The Internet is global, yet it can help us find the services, products, and events near us. Where's the nearest bank? What restaurants will deliver to me? Which of my friends live in the area? What bus will get me to my destination?
To answer those questions, a program needs to know a user's geolocation: an approximate latitude and longitude describing their geographic location.
A satellite photo of an area with roads, forest, and grasslands, with a marker near a rod.
Let's review the ways that geolocation can be determined and consider the many ways it can be used.
Device positioning systems
The geolocation of a user is actually the position of a user's device, whether that's a home computer, laptop, smartphone, or fitness tracker.
There are multiple ways for a device to determine its own position in the world, ranging from the most precise (GPS) to the least precise (IP-based geolocation).
Global positioning system (GPS)
The US government started the GPS project in the 1970s and now controls around 30 GPS satellites orbiting the earth.
Illustration of earth with 24 GPS satellites in orbits around it.
GPS receivers are tiny sensors with antennas that receive radio signals from the GPS satellites orbiting in the sky above. In most cases, if a sensor can receive signals from at least four satellites, the receiver can calculate its position using a technique called trilateration.
Illustration of GPS receiver interpreting signals from 4 GPS satellites orbiting above it.
GPS works best in an outdoor environment with a clear view of the sky. A smartphone can typically record a geolocation that is accurate to within 4.9 m (16 feet) in open sky. GPS doesn't work as well indoors or near buildings due to the interference caused by roofs, walls, and other objects, but it is still the most precise source of geolocation data.
Wi-Fi positioning system
Wi-Fi positioning is a strategy that works well in dense, urban areas filled with Wi-Fi networks (nearly the opposite of where GPS works well).
First, a device with a Wi-Fi antenna can scan for Wi-Fi access points and measure the signal strength to each network.
That results in information like the table below. Note that signal strength is always negative, so the number closest to zero is strongest.
|BSSID||MAC address||Signal strength (RSSI)|
Once the device has that information, it can use trilateration. The device determines the location of each access point by looking it up in a Wi-Fi location database or in their own (smaller) cache of locations. It then estimates its own location based on the found locations and their signal strength.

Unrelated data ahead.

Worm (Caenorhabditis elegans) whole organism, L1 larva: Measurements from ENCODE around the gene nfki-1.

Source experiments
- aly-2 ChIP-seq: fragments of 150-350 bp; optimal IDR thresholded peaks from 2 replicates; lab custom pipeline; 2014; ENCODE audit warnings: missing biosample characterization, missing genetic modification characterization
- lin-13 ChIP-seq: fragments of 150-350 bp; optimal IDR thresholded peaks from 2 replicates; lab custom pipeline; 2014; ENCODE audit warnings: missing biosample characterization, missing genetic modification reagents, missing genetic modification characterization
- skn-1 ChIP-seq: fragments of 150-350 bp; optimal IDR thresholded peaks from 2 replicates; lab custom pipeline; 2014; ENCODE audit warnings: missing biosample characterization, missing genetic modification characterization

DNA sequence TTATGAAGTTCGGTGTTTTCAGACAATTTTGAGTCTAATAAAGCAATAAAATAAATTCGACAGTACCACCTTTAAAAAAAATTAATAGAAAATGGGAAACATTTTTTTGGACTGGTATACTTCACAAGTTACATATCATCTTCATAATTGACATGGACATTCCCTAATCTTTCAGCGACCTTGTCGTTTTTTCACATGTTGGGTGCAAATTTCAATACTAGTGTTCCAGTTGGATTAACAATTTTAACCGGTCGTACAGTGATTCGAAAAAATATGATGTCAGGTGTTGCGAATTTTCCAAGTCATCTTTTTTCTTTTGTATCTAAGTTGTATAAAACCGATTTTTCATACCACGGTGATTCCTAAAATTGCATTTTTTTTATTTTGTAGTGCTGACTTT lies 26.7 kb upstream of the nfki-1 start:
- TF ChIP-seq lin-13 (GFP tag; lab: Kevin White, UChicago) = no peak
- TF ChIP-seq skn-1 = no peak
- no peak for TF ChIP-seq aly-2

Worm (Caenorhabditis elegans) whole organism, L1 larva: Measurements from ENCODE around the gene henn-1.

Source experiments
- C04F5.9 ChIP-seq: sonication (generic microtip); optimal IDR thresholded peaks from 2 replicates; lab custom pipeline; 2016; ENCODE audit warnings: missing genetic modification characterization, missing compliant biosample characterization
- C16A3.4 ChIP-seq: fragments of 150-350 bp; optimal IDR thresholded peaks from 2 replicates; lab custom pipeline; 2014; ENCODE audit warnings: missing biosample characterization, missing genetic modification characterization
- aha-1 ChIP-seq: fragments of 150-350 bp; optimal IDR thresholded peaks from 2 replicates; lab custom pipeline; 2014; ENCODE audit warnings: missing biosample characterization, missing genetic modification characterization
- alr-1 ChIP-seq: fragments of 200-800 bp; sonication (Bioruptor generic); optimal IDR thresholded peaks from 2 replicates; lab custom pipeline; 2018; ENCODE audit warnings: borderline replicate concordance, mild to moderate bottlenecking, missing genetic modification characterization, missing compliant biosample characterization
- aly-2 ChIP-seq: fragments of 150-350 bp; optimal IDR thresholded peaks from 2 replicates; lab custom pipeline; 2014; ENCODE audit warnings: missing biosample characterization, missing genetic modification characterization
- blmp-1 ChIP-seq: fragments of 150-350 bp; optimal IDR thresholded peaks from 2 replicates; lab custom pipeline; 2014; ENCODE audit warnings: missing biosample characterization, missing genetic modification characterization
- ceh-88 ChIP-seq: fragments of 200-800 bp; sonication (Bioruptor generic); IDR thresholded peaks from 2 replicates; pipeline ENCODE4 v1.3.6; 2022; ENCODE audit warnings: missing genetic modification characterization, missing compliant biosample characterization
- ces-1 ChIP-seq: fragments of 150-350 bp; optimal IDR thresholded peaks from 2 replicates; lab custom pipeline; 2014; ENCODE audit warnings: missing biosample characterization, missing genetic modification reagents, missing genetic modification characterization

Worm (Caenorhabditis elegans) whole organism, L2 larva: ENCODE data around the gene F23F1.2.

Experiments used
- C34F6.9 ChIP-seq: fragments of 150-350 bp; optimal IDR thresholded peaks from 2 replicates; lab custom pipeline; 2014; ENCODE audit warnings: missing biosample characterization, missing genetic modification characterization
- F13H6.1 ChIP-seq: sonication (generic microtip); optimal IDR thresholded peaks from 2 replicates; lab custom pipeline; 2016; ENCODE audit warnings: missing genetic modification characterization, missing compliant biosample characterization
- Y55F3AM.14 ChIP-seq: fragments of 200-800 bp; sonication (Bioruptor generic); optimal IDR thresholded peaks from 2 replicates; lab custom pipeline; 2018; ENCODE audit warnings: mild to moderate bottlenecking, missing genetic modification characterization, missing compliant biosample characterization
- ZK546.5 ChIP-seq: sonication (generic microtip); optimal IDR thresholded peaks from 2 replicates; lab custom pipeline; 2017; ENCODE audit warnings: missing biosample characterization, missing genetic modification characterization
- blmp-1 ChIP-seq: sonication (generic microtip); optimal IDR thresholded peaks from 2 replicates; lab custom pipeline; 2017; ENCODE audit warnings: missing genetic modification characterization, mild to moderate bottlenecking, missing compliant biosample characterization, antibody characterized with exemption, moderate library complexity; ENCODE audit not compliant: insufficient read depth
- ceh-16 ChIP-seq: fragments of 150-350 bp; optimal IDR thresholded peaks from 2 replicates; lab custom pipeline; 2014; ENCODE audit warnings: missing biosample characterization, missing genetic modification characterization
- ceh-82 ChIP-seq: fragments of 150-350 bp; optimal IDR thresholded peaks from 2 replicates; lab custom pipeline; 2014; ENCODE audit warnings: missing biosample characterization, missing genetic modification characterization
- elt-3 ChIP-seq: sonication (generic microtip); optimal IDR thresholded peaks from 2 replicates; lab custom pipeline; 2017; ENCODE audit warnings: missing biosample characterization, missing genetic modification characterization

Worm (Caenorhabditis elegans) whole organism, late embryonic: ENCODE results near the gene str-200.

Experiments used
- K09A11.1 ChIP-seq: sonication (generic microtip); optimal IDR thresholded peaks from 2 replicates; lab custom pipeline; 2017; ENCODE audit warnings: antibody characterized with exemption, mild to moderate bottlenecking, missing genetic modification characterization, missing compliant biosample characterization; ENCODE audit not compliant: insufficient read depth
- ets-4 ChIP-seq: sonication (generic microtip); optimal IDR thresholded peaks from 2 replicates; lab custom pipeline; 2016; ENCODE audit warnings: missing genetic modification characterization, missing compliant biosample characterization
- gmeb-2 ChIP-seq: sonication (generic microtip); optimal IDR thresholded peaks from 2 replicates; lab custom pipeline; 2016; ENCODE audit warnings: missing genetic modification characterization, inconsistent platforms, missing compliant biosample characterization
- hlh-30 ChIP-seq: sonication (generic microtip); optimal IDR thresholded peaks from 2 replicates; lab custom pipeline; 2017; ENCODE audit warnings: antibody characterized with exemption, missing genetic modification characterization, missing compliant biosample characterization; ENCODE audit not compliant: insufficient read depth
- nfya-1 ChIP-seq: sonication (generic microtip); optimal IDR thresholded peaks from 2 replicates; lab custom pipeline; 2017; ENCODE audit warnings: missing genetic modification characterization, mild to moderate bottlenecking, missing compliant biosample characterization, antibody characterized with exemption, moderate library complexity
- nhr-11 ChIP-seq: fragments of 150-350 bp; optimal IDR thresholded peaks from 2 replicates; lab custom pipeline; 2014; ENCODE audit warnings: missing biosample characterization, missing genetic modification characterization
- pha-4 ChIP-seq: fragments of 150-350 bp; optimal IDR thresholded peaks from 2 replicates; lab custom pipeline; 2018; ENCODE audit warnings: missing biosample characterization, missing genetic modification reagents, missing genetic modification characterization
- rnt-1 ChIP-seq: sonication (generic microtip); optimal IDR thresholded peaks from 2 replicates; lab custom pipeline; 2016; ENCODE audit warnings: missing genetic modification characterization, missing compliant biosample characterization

A diagram of Wi-Fi trilateration. Three wireless access points are shown with three circles of varying sizes centered on each point. A line goes from the access point in the center to the edge of the circle and is labeled D1, D2, and D3, respectively. There is a small highlighted area in the center where all three circles overlap.
A more accurate technique is fingerprinting, but it's only possible if a fingerprint map has been made ahead of time. To make the map, a portable device computes the fingerprint for many reference points within a particular area. Each fingerprint is the list of nearby networks and their signal strength, like the table above, plus a pair of geographic coordinates.
A floor plan for the White House second floor, showing long hallways and multiple rooms. Three access points are located in three separate rooms. Many circles, representing fingerprints, fill the halls and rooms.
When a mobile device enters the area and needs to know its location, it can send its fingerprint to the machine with the radio map, and the machine uses an algorithm to compute the closest fingerprint and estimate the coordinates accordingly.
This technique can be very accurate indoors, especially with a dense fingerprint map, but it's not yet in common use, since it depends on the existence of that fingerprint map.